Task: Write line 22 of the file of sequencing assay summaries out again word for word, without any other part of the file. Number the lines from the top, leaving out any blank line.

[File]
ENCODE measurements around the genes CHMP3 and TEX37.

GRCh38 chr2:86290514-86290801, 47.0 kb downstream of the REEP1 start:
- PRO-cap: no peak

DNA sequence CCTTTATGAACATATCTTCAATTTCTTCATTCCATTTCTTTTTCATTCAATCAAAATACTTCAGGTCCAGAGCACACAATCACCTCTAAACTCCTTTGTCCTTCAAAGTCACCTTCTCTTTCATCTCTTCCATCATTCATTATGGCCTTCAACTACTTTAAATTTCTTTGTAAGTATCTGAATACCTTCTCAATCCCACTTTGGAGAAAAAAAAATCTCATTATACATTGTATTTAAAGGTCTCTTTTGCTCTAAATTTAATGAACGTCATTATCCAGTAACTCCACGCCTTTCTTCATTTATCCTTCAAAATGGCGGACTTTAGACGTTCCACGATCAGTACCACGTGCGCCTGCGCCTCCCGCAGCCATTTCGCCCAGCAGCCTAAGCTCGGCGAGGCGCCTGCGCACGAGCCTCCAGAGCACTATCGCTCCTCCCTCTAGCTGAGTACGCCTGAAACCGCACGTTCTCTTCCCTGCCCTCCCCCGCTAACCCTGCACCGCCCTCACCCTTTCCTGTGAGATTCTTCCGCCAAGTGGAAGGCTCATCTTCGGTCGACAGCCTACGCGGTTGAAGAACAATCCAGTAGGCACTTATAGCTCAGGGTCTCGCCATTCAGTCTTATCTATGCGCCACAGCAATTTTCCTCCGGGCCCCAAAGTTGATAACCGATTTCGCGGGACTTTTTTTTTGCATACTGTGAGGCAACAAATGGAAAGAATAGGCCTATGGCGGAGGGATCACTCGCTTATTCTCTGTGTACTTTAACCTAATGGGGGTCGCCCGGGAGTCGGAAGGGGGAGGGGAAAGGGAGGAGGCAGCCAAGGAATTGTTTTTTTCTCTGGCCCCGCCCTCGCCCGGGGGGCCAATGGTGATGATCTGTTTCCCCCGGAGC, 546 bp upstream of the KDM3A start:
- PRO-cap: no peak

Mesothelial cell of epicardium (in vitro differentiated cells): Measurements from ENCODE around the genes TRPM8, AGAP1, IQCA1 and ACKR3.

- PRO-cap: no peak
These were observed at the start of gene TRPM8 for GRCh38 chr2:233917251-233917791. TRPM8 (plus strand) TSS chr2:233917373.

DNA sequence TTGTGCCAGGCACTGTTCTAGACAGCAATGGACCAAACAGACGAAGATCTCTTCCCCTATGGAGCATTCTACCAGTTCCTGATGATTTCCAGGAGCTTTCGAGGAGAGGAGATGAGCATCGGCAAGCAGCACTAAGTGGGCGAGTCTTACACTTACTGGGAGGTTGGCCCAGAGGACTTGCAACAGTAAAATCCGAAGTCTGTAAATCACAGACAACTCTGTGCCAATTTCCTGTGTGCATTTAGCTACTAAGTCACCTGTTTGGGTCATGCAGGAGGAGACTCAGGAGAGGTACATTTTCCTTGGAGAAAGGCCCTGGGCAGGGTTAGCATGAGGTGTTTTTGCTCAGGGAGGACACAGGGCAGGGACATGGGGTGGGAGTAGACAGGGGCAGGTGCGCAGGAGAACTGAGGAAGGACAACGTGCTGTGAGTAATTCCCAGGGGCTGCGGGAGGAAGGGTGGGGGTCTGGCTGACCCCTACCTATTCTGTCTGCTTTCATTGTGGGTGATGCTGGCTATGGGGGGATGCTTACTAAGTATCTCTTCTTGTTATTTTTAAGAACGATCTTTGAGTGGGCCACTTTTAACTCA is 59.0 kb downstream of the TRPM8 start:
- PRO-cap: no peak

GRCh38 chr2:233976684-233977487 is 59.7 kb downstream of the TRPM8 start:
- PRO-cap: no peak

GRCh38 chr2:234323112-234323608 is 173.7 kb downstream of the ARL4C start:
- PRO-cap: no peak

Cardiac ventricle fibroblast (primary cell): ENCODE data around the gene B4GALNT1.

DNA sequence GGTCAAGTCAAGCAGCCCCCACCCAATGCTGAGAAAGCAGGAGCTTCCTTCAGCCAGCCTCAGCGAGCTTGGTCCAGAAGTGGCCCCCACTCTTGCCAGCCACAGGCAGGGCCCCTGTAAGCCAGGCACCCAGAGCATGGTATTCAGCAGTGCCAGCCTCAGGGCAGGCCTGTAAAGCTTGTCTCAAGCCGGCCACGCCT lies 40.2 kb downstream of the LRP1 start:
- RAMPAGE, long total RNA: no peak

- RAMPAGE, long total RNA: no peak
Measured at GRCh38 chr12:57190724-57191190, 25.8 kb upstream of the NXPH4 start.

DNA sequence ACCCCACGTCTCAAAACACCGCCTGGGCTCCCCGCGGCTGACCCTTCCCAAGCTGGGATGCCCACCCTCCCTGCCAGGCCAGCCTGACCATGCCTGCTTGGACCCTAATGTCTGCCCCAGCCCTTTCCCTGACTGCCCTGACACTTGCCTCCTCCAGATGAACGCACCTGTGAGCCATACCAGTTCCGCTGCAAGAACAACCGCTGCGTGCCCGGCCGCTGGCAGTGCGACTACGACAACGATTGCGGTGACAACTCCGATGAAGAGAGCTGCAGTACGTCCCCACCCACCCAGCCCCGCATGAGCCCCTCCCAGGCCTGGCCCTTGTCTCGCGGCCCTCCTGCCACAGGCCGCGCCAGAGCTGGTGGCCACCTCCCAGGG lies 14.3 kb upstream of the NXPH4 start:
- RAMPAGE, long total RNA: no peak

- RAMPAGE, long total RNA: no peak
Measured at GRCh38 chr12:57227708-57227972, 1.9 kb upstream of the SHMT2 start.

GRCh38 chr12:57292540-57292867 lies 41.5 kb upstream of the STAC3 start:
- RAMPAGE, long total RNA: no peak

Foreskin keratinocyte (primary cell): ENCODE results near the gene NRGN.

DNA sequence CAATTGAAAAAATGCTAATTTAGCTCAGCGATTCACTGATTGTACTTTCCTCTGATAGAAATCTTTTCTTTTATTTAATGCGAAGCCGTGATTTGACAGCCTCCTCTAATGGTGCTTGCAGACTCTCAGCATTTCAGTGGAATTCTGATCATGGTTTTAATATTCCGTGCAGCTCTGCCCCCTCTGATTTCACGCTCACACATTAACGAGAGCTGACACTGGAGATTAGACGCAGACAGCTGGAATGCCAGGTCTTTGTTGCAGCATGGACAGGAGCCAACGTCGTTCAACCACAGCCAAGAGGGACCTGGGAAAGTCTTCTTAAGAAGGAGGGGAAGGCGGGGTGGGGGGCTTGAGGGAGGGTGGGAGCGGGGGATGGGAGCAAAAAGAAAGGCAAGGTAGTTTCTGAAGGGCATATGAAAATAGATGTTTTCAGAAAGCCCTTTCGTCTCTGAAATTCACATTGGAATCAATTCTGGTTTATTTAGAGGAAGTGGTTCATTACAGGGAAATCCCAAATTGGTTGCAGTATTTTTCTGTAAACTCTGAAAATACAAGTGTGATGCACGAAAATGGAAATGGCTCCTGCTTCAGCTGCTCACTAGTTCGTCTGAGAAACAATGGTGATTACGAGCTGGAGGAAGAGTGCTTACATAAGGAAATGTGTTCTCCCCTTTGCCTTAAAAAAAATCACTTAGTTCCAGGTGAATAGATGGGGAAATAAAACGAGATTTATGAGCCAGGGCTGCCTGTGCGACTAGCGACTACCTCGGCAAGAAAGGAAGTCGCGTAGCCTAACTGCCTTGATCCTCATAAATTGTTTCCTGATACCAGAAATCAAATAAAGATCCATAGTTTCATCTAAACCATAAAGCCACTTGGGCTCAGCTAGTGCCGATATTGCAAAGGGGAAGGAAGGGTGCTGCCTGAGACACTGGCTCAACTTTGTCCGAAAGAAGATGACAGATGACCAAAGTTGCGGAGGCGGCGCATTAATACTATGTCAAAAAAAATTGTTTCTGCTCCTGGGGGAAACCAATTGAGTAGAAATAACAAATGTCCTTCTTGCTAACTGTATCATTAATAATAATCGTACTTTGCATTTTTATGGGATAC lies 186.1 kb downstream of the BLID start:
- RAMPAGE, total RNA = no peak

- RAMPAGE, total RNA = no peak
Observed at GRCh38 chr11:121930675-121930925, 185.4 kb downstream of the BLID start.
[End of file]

- RAMPAGE, long total RNA: no peak